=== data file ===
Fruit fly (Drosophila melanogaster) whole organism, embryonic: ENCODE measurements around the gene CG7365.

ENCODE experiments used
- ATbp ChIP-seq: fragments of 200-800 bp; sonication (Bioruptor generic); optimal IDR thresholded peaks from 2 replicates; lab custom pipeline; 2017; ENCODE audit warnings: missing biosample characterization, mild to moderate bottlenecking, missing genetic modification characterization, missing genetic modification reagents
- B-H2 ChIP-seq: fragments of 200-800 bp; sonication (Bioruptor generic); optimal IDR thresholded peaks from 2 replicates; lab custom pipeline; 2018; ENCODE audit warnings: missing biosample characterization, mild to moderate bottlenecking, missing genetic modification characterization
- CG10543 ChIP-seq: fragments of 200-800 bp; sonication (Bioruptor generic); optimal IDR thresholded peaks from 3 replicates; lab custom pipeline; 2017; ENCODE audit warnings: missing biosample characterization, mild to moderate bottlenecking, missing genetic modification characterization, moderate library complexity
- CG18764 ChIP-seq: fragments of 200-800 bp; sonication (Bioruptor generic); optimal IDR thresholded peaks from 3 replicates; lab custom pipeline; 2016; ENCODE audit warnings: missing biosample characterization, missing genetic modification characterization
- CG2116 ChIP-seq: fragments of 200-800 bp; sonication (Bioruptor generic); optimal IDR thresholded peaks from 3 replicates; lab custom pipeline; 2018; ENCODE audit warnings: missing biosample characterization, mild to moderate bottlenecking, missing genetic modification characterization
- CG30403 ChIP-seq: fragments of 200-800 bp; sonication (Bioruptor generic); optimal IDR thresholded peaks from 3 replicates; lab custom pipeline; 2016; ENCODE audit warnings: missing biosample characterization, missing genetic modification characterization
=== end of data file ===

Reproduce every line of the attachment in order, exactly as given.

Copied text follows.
Fruit fly (Drosophila melanogaster) whole organism, embryonic: ENCODE measurements around the gene CG7365.

ENCODE experiments used
- ATbp ChIP-seq: fragments of 200-800 bp; sonication (Bioruptor generic); optimal IDR thresholded peaks from 2 replicates; lab custom pipeline; 2017; ENCODE audit warnings: missing biosample characterization, mild to moderate bottlenecking, missing genetic modification characterization, missing genetic modification reagents
- B-H2 ChIP-seq: fragments of 200-800 bp; sonication (Bioruptor generic); optimal IDR thresholded peaks from 2 replicates; lab custom pipeline; 2018; ENCODE audit warnings: missing biosample characterization, mild to moderate bottlenecking, missing genetic modification characterization
- CG10543 ChIP-seq: fragments of 200-800 bp; sonication (Bioruptor generic); optimal IDR thresholded peaks from 3 replicates; lab custom pipeline; 2017; ENCODE audit warnings: missing biosample characterization, mild to moderate bottlenecking, missing genetic modification characterization, moderate library complexity
- CG18764 ChIP-seq: fragments of 200-800 bp; sonication (Bioruptor generic); optimal IDR thresholded peaks from 3 replicates; lab custom pipeline; 2016; ENCODE audit warnings: missing biosample characterization, missing genetic modification characterization
- CG2116 ChIP-seq: fragments of 200-800 bp; sonication (Bioruptor generic); optimal IDR thresholded peaks from 3 replicates; lab custom pipeline; 2018; ENCODE audit warnings: missing biosample characterization, mild to moderate bottlenecking, missing genetic modification characterization
- CG30403 ChIP-seq: fragments of 200-800 bp; sonication (Bioruptor generic); optimal IDR thresholded peaks from 3 replicates; lab custom pipeline; 2016; ENCODE audit warnings: missing biosample characterization, missing genetic modification characterization